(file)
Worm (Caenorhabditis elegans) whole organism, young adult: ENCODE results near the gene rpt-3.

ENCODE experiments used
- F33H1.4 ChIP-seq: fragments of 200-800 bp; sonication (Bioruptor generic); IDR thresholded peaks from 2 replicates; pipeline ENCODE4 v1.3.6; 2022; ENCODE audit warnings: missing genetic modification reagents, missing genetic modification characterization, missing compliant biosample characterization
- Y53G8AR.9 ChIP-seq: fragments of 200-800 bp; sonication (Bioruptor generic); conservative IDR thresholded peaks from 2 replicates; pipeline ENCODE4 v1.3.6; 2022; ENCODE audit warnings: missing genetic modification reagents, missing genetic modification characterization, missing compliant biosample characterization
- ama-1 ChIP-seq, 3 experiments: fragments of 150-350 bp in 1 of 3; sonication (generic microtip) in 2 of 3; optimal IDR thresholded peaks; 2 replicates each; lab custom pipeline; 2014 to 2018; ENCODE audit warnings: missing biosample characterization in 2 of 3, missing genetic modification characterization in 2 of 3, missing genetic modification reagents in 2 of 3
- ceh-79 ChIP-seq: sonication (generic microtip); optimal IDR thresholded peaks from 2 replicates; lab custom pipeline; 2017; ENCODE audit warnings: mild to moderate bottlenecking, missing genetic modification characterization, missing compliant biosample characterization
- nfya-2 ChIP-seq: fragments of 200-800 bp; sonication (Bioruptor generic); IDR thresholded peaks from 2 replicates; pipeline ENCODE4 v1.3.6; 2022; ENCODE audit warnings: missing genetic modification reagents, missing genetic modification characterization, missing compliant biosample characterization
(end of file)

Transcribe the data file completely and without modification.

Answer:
Worm (Caenorhabditis elegans) whole organism, young adult: ENCODE results near the gene rpt-3.

ENCODE experiments used
- F33H1.4 ChIP-seq: fragments of 200-800 bp; sonication (Bioruptor generic); IDR thresholded peaks from 2 replicates; pipeline ENCODE4 v1.3.6; 2022; ENCODE audit warnings: missing genetic modification reagents, missing genetic modification characterization, missing compliant biosample characterization
- Y53G8AR.9 ChIP-seq: fragments of 200-800 bp; sonication (Bioruptor generic); conservative IDR thresholded peaks from 2 replicates; pipeline ENCODE4 v1.3.6; 2022; ENCODE audit warnings: missing genetic modification reagents, missing genetic modification characterization, missing compliant biosample characterization
- ama-1 ChIP-seq, 3 experiments: fragments of 150-350 bp in 1 of 3; sonication (generic microtip) in 2 of 3; optimal IDR thresholded peaks; 2 replicates each; lab custom pipeline; 2014 to 2018; ENCODE audit warnings: missing biosample characterization in 2 of 3, missing genetic modification characterization in 2 of 3, missing genetic modification reagents in 2 of 3
- ceh-79 ChIP-seq: sonication (generic microtip); optimal IDR thresholded peaks from 2 replicates; lab custom pipeline; 2017; ENCODE audit warnings: mild to moderate bottlenecking, missing genetic modification characterization, missing compliant biosample characterization
- nfya-2 ChIP-seq: fragments of 200-800 bp; sonication (Bioruptor generic); IDR thresholded peaks from 2 replicates; pipeline ENCODE4 v1.3.6; 2022; ENCODE audit warnings: missing genetic modification reagents, missing genetic modification characterization, missing compliant biosample characterization